Jenny Houssart juggles money and time.
Many current documents mention the millennium, and the framework for teaching mathematics is no exception. It considers time in some detail and includes vocabulary such as "century" and "millennium".
Children are likely to hear about the millennium and will encounter dates in many contexts. One useful starting point is loose change, be it British or foreign, ancient or modern. If they know, or can work out, their year of birth, looking for coins made then can be the first step. Then they can look for coins made before they were born.
Can anyone find a coin minted this year? Can they reach any conclusions about when the first 1p coin was made? Can they find a coin made every year in between these two? Results of a coin survey can be graphed. Dealing with each year separately may not generate a helpful graph; would grouping by decades or in some other way help?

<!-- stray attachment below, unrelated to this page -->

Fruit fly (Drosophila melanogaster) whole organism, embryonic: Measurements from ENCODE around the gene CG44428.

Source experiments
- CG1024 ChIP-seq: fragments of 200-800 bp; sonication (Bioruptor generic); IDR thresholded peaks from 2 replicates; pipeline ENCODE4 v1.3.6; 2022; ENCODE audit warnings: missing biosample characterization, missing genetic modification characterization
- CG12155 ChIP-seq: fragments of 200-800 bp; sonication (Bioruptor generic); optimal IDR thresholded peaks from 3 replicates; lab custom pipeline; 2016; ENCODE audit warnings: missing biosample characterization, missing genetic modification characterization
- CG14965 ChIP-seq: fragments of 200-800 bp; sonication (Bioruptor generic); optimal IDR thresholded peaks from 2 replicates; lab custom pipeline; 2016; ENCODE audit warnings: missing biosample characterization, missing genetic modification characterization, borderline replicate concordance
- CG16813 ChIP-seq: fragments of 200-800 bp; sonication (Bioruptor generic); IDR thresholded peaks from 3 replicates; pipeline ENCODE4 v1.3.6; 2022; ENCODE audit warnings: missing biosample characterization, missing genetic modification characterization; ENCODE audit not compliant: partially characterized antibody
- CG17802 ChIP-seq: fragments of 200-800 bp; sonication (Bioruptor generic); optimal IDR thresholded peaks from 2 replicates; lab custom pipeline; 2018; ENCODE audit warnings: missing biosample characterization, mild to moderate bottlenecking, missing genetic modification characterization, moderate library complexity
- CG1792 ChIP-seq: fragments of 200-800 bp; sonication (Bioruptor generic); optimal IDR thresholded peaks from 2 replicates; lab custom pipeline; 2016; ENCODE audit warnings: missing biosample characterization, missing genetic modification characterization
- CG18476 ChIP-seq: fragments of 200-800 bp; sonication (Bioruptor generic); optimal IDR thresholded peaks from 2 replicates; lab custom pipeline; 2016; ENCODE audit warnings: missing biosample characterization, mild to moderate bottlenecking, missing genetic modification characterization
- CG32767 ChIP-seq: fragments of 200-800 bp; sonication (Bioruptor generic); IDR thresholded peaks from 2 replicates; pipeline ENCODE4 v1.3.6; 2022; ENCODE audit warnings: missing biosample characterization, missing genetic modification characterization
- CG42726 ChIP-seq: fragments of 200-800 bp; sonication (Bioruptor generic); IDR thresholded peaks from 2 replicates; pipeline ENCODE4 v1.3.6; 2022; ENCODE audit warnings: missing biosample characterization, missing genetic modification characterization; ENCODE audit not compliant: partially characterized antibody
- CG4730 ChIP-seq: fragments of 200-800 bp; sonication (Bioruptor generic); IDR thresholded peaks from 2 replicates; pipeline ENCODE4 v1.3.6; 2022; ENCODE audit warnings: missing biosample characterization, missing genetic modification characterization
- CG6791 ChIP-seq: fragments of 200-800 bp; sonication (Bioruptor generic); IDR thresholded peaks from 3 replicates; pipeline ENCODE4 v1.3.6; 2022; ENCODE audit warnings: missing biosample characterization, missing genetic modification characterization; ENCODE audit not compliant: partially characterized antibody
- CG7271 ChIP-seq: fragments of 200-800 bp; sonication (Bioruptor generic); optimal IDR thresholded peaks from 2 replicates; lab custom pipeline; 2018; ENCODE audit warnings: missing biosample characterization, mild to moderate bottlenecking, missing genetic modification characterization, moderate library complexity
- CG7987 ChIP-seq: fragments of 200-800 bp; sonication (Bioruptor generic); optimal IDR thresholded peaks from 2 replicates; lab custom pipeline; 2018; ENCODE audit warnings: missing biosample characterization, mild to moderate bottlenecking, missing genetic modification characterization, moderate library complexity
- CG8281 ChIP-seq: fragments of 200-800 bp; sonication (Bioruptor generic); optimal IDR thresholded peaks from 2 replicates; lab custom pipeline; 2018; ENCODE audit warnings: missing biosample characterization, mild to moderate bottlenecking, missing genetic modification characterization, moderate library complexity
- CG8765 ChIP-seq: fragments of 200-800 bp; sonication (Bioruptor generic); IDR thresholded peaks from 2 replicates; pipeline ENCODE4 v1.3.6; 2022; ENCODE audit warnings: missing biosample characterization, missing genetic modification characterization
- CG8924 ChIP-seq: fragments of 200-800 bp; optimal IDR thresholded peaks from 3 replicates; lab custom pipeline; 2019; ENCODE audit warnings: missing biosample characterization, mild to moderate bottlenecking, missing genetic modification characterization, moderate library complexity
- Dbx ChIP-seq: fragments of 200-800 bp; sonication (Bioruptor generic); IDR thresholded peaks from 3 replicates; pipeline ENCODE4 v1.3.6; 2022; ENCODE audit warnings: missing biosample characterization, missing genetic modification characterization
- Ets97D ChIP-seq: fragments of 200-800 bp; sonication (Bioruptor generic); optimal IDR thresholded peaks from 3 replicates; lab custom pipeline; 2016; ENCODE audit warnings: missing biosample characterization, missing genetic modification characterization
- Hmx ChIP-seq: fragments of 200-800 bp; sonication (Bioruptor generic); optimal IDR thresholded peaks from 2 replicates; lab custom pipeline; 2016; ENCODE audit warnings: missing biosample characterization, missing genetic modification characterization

Coin dates can also lead to calculations. So a search for coins made in leap years might lead to tests for divisibility by four. Starting with a given coin, children can find a coin made 10 years earlier. Can they explain how they worked out the date of the coin they were seeking? Working out a coin's age (bun pennies excluded) is easy once children realise they only have to calculate with the last two digits.Of course they will soon need a more interesting method - there's no escaping the effects of the millennium.
* Links to the National Framework for Teaching Mathematics in primary schools
Vocabulary of Time Know own year of birth (Y3,4) ... vocabulary such as century, millennium (Y4,5,6) ... decade, leap year (Y5,6).
Handling Data Collect and represent data ... using bar charts (Y3,4,5) ... bar charts where discrete data are grouped (Y6).
Calculating Count on or back in steps of 10 (Y3,4) ... use tests of divisibility (Y6).
Jenny Houssart is a research fellow at the Open Univesirty Centre for Maths